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Sociology (BA) (Full-Time, 2020 Entry)

Sociology (BA)

Sociology (BA)



  • UCAS Code
  • L300
  • Qualification
  • BA
  • Duration
  • 3 years full-time
  • Entry Requirements
  • A level: ABB
  • IB: 34
  • (See full entry
  • requirements below)


Studying Sociology (BA) gives you the opportunity to observe, analyse and describe complex social themes through a focus on historical, comparative and contemporary perspectives on social change in a global world. Has capitalism itself become a new kind of religion? Are we living in a ‘medicalised’ society? How do your hashtags make the world you live in? You can explore these issues and more, while developing transferable skills that are highly valued by employers, such as quantitative and qualitative research methods, critical analysis, advanced capabilities in oral and written communication, project management and teamwork.


With the study of social life at its heart, the scope of sociology is almost limitless. This course will introduce you to its broad subject matter, which encompasses family life, education, crime, work, war, religion, capitalism, power, love, the self, human-animal relations, art and the media, to name just a few. Sociology also has an abiding concern with the main markers of social difference in modern society – class, gender, race/ethnicity, age, sexuality and (dis)ability. You’ll explore how these often intersect in shaping the life chances and experiences of individuals. In addition to lectures, interactive seminars will add depth to your learning. You’ll also benefit from the insights of guest lectures by scholars working at the cusp of new subject knowledge and from opportunities to take part in field trips, including a study trip abroad at a partner university in Europe.

In your first year, you will choose one or two modules (30 CATS) from options offered within sociology (or you can even take options from outside the department, if you wish).

By your second year, you will be choosing almost 60% of your material. Your third year will be selected entirely by you; you’ll choose from our list of specialist options and also have the chance to do a dissertation (accounting for 25% of your final year marks). The dissertation will be on a topic area of your choosing, developed and agreed upon with your supervisor.

From the outset, you’ll be able to choose options from a range of specialist topics. This will allow you to develop a feel and understanding for how different fields approach important sociological questions at large. First year topics such as the media, gender, race, and the building of identity allow you to gauge your interests in these areas and build a base for more in-depth material in later years.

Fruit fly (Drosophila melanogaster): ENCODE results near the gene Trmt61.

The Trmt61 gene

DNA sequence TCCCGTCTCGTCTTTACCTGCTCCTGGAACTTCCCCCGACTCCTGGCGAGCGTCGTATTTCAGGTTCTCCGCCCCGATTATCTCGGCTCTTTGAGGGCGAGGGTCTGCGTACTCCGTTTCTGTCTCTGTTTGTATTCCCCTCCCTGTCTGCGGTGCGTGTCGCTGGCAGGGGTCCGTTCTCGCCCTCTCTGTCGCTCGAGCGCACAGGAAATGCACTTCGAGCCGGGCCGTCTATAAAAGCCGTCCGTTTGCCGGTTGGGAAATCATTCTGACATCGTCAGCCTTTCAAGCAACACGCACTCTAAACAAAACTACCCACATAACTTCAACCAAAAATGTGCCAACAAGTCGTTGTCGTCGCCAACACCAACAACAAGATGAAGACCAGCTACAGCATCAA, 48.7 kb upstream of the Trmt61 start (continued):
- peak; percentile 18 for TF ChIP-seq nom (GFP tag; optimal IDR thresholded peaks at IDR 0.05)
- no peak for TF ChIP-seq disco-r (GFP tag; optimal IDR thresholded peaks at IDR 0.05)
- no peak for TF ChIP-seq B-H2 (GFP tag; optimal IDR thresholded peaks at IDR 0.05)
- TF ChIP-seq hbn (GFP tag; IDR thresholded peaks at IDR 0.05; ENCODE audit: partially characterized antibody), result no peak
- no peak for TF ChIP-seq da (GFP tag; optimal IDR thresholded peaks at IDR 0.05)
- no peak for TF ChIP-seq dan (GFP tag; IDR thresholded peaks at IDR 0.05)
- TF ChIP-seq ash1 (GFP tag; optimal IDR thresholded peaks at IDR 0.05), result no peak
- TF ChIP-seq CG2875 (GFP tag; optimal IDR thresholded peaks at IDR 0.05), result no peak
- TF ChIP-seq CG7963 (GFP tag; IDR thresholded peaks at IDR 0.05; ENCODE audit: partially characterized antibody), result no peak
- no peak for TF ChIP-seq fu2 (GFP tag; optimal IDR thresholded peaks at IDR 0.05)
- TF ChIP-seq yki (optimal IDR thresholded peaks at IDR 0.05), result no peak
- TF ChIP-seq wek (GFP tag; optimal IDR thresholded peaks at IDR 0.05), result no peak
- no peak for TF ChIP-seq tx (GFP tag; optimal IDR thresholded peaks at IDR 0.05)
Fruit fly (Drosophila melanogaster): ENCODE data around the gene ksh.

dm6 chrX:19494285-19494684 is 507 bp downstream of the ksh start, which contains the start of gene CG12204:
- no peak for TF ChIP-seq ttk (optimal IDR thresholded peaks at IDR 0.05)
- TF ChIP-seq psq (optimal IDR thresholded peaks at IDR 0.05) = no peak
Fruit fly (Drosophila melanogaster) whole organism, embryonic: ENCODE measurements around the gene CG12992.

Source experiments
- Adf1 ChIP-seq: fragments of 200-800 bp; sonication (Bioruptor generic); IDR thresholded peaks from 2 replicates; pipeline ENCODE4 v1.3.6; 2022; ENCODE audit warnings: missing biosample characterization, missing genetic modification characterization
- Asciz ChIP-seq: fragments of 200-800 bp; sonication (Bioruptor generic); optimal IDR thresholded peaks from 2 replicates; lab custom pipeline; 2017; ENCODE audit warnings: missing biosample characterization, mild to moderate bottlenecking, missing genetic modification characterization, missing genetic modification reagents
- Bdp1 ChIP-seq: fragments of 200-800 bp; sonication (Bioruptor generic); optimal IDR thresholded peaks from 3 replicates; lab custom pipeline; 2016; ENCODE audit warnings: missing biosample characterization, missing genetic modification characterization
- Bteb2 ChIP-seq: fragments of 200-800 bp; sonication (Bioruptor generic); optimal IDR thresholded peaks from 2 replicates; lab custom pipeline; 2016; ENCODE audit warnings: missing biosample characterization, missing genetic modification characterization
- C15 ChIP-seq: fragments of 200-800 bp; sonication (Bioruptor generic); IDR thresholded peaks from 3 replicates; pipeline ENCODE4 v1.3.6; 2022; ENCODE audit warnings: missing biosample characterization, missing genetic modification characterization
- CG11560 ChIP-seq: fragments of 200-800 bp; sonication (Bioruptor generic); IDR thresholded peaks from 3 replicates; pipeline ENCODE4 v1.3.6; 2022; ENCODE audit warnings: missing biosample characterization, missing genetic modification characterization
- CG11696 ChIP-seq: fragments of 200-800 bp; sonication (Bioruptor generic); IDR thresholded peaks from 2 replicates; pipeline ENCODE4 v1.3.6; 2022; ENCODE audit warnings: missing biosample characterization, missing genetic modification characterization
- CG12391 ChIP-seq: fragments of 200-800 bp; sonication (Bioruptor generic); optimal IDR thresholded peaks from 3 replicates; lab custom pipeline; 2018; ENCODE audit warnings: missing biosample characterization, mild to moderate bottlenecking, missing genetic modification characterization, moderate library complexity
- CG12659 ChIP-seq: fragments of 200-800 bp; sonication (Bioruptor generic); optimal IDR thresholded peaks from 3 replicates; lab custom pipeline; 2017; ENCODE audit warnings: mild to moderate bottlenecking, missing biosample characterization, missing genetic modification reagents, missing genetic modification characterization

These later years of study are tailored by you and consist of: core research modules; a dissertation chosen by you in discussion with your supervisor; and a choice of specialist module options. You can follow a specialism in Technologies and Markets, Race and Global Politics, Social Inequalities and Public Policy, Social and Political Thought, research methods or gender studies, or develop a varied portfolio across specialist options.

You will normally take eight different modules in each year, which are taught via lectures, seminars, tutorials, workshops, group work and independent study.

Contact hours
In your first year, you will have 10–11 hours of formal contact time per week, helping you adjust to university life, and thereafter usually 8 hours per week.

Class size
Seminars involve smaller groups of 15–17 students, which include some of our joint honours students, giving you the chance to make friends across complementary disciplines. We have a strong personal tutoring system and staff have weekly Advice and Feedback hours in which you can meet with them on a one-to-one basis.

You will be assessed by a combination of essays, reports, podcasts, reflective writing and unseen exams. To support your assessment, you will submit class essays during the year and receive extensive feedback. In the final year, you write a 10,000-word dissertation on a sociological topic of your choice, with one-to-one supervision from staff. This prepares you for the needs of working life by consolidating core and transferable skills, and supports further academic study at MA and PhD level.

Your final degree classification is based on your performance across the modules taken in your second and third years. The final degree classification is determined by your second and final year marks and each contributes 50%.

There is an option to spend part of the second year studying abroad at Monash University in Melbourne, Australia. You may be based at either the University’s Melbourne campus or at its campus in Malaysia.

You will spend the first term of your second year studying at Warwick and will travel to Australia in February to join Monash for the start of its second semester (which spans Warwick’s second and third terms). This arrangement is the integrated terms abroad variant of the course.

During your time abroad you will study approved modules/units and will undertake assessments. The credit gained from this study is used to contribute towards your final degree classification awarded by Warwick. You may also choose to spend a year studying or working abroad (e.g. as part of the ERASMUS scheme).

Marks gained from such study do not count towards the overall Warwick degree but recognition of the time spent abroad is recorded on the HEAR.

A level: ABB

IB: 34

BTEC: We welcome applications from students taking BTEC qualifications, either alone or in combination with A levels. Our typical BTEC offers are as follows:

  • BTEC Level 3 Extended Certificate plus 2 A-Levels: D plus AB.
  • BTEC Level 3 National Diploma plus 1 A-Level: DD plus A.
  • BTEC Level 3 National Extended Diploma: D*DD.

Additional requirements: You will also need to meet our English Language requirements.

Contextual data and differential offers